The halting problem strikes again.
Machines that "learn" and make decisions on their own are proliferating in our daily lives via social networks and smartphones, and experts are already thinking about how we can engineer them so that they don't go rogue.
So far, suggestions have ranged from "training" self-learning machines to ignore certain kinds of information that might teach them racism or sexism, to coding them with values like empathy and respect. But according to some new work from researchers at the Universidad Autónoma de Madrid,as well as other schools in Spain, the US, and Australia, once an AI becomes "superintelligent"—think Ex Machina—it will be impossible to contain it.
Well, the researchers use the word "incomputable" in their paper, posted on the ArXiv preprint server, which in the world of theoretical computer science is perhaps even more damning. The crux of the matter is the "halting problem" devised by Alan Turing, which holds that no algorithm is able to correctly predict whether another algorithm will run forever or whether it will eventually halt—that is, stop running.
Imagine a superintelligent AI with a program that contains every other program in existence. The researchers provided a logical proof that if such an AI could be contained, then the halting problem would by definition be solved. To contain that AI, the argument is that you'd have to simulate it first, but it already simulates everything else, and so we arrive at a paradox.
"It would not be feasible to make sure that [an AI] won't ever cause harm to humans"
"This is a standard methodology in theoretical computer science," Manuel Alfonseca, a professor at the Universidad Autónoma de Madrid'sEscuela Politécnica Superior and lead author of the work, wrote me in an email. "You prove that a problem can be reduced to another one, and then what you know about the second problem can be applied to the first."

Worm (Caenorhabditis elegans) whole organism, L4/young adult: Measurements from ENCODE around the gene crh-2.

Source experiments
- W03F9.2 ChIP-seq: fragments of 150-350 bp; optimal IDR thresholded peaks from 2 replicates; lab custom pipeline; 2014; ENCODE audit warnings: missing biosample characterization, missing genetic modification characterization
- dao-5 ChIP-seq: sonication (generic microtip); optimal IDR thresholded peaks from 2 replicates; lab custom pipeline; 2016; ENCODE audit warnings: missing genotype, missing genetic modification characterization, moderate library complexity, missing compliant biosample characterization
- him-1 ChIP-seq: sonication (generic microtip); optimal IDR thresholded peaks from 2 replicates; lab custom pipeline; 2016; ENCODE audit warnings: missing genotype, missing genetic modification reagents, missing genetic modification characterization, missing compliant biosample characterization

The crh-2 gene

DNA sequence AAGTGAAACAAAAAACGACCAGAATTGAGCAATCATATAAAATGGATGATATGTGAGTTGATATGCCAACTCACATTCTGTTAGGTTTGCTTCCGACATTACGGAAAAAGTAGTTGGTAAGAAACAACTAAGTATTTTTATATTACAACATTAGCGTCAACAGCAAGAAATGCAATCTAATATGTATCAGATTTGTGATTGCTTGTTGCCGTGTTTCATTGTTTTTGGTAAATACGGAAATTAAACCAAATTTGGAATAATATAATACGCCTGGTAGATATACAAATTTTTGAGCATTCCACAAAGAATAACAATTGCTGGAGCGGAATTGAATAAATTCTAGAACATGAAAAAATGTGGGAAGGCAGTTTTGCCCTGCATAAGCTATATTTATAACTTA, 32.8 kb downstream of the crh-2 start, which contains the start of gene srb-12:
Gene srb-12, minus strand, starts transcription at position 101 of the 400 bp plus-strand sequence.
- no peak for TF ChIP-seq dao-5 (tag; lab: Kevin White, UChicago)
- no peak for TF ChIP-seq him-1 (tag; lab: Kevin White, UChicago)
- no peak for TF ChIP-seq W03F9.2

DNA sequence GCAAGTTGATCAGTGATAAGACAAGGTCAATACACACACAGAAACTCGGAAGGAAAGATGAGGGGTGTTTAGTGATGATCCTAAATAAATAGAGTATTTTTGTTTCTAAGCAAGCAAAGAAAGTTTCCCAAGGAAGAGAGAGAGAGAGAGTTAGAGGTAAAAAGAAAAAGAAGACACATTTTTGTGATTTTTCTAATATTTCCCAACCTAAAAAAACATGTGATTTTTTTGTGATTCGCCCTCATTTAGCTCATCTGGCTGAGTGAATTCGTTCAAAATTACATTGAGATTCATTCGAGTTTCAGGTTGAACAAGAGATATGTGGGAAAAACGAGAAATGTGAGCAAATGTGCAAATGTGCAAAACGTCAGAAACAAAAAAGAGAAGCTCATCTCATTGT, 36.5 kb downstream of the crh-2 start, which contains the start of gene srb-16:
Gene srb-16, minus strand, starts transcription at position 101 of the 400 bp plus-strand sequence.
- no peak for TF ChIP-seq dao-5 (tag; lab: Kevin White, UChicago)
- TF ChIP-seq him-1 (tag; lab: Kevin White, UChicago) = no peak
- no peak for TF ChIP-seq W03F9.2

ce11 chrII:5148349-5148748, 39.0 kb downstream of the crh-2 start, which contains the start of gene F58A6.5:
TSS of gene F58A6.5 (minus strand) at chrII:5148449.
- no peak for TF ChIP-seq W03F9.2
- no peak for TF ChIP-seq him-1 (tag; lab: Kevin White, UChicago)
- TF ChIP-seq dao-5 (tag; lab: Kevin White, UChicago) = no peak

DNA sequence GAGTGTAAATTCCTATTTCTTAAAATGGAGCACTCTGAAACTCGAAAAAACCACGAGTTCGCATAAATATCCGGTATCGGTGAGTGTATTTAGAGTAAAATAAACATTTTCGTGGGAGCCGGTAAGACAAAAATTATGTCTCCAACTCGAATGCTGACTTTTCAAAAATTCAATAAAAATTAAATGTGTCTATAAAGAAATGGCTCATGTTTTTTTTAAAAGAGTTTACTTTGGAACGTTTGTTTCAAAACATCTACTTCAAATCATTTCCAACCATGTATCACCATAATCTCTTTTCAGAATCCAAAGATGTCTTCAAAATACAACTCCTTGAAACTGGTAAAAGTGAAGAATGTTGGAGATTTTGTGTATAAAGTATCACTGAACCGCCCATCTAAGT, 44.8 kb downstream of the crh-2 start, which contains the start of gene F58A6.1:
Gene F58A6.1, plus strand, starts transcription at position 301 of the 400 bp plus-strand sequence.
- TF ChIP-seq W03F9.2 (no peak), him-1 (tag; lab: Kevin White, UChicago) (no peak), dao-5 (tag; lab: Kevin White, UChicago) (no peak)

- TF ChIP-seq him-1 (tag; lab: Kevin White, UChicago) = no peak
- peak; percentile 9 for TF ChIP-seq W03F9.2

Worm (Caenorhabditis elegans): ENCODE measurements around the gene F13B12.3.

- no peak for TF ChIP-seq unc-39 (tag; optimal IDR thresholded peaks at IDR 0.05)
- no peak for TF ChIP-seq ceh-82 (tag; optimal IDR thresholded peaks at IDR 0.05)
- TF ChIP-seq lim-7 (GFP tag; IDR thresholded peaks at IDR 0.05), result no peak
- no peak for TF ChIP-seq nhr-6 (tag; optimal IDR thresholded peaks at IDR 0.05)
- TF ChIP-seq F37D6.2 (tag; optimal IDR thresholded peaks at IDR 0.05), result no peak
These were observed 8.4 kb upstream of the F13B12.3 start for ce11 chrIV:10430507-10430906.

Basically, since the halting problem is, in theoretical computer science lingo, "undecidable," then containment of an AI is computationally impossible.
Of course, the very idea of a superintelligent AI capable of simulating the entire state of the world is thought by some to be merely theoretical. Despite warnings from technology luminaries and philosophers, many computer scientists believe that superintelligence is more science fiction than science.
The halting problem has been used to think through other tricky issues relating to the future of advanced artificial intelligence. In 2014, a team of researchers concluded that a similar problem existed for the ethics of machines: it is theoretically impossible to design an algorithm that can correctly predict whether another algorithm will act "morally."
But, again, this is all theory, not a guarantee about the future material state of the world. The solution to the moral aspect of the halting problem might be, as Motherboard editor Michael Byrne wrote, to prove with a degree of certainty through tests that a given AI will act morally. After all, just because one algorithm can't predict the behaviour of another, doesn't mean that we can't make the first algorithm behave properly to begin with.
Alfonseca isn't so sure about a similar solution to the containment problem.
"I believe that if [superintelligent] AI were possible, it would not be feasible to make sure that it won't ever cause harm to humans," he wrote.
Let's just hope we never get there, then.